The Book Of The Thousand Nights And A Night, Vol 1 Page-314

The Book Of The Thousand Nights And A Night, Vol 1

A plain and literal translation of the arabian nights entertainments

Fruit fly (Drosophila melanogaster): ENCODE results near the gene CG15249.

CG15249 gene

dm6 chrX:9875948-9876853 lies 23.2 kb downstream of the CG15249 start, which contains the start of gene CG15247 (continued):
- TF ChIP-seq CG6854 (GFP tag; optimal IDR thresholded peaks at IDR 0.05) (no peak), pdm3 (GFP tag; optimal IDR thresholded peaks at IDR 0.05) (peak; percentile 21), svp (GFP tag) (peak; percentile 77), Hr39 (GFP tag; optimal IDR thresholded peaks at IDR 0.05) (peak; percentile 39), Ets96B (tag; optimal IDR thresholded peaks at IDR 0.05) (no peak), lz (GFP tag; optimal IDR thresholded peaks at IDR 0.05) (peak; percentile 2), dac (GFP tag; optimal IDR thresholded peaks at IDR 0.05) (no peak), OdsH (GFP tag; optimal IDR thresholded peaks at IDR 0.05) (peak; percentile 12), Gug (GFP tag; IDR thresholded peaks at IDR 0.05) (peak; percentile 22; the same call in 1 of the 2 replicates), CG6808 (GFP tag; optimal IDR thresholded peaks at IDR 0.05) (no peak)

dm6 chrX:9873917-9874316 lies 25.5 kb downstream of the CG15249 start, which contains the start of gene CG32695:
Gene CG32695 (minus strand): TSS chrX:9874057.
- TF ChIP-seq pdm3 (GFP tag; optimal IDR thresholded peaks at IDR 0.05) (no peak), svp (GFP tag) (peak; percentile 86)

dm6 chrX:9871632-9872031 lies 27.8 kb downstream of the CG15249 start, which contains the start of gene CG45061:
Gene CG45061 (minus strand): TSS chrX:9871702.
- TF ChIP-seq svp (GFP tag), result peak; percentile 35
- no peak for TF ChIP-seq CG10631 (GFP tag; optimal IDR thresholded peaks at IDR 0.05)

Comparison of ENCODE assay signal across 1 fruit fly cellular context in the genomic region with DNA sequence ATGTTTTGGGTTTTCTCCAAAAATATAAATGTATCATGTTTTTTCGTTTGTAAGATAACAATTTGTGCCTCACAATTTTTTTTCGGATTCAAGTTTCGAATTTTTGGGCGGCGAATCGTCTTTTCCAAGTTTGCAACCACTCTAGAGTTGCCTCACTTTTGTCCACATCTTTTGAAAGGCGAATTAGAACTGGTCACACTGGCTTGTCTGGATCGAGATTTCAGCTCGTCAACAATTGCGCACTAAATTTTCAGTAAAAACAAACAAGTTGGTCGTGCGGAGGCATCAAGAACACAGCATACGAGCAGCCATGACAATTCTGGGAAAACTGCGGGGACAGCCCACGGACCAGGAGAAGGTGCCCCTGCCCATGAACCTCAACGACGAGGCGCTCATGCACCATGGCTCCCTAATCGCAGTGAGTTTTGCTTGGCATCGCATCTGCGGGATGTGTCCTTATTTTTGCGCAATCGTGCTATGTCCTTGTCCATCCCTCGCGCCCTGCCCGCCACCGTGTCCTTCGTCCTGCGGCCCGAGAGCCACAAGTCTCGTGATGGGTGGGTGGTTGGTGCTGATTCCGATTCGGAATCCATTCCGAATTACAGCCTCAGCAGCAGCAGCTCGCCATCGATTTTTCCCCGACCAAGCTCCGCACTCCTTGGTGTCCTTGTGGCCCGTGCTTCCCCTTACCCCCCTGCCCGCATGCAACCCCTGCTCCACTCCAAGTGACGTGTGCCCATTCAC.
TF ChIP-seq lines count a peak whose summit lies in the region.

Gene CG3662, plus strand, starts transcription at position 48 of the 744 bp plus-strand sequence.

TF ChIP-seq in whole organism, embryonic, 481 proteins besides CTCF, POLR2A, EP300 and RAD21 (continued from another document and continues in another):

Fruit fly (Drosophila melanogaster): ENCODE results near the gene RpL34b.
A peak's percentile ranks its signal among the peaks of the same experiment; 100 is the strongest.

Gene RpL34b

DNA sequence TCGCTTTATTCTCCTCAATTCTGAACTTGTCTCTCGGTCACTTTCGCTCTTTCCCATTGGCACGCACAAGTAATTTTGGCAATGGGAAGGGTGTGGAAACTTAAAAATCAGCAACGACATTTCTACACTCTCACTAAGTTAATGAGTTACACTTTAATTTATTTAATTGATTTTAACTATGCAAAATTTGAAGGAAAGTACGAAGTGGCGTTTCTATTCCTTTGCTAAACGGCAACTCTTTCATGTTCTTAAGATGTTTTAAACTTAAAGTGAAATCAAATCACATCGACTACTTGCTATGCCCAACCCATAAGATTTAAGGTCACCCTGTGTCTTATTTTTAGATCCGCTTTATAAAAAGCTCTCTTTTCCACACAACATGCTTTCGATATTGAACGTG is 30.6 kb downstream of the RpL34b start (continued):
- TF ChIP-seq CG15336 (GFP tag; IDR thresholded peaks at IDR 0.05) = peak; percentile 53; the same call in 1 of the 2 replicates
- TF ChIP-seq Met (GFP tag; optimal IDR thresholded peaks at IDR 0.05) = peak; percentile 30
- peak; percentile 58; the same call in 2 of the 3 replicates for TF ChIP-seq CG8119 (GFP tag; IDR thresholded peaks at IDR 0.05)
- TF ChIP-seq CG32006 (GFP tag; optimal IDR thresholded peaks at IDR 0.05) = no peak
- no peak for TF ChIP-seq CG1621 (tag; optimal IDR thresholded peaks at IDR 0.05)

out into the open; and Allah protected him, so that he went on in the darkness and hid himself in the vestibule till dawn, when he saw the accursed beldam sally forth in quest of other quarry. He followed in her wake without her knowing it, and made for his own lodging where he dressed his wounds and medicined himself till he was whole. Meanwhile he used to watch the old woman, tracking her at all times and seasons, and saw her accost one man after another and carry them to the house. However he uttered not a word; but, as soon as he waxed hale and hearty, he took a piece of stuff and made it into a bag which he filled with broken glass and bound about his middle. He also disguised himself as a Persian that none might know him, and hid a sword under his clothes of foreign cut. Then he went out and presently, falling in with the old woman, said to her, speaking Arabic with a Persian accent, “Venerable lady, [FN#677] I am a stranger arrived but this day here where I know no one. Hast thou a pair of scales wherein I may weigh eleven hundred dinars? I will give thee somewhat of them for thy pains.” “I have a son, a money changer, who keepeth all kinds of scales,” she answered, “so come with me to him before he goeth out and he will weigh thy gold.” My brother answered “Lead the way!” She led him to the house and the young lady herself came out and opened it, whereupon the old woman smiled in her face and said, “I bring thee fat meat today.”[FN#678] Then the damsel took my brother by the hand, and led him to the same chamber as before; where she sat with him awhile then rose and went forth saying, “Stir not from thy seat till I come back to thee.” Presently in came the accursed slave with the drawn sword and cried to my brother, “Up and be damned to thee.” So he rose, and as the slave walked on before him he drew the sword from under his clothes and smote him with it, making head fly from body. Then he dragged the corpse by the feet to the souterrain and called out, “Where is the salt wench?” Up came the girl carrying the tray of salt and, seeing my brother sword in hand, turned to fly; but he followed her and struck off her head. Then he called out, “Where is the souterrain guardianess? , and in came the old woman to whom he said, “Dost know me again, ill omened hag?” “No my lord,” she replied, and he said, “I am the owner of the five hundred gold pieces, whose house thou enteredst to make the ablution and to pray, and whom thou didst snare hither and betray.” “Fear Allah and spare me,” cried she; but he regarded her not and struck her with the sword till he had cut her in four. Then he went to look for the young lady; and when she saw him her reason fled and she cried out piteously “Aman![FN#679] Mercy!” So he spared her and asked, “What made thee consort with this blackamoor?”, and she answered, “I was slave to a certain merchant, and the old woman used to visit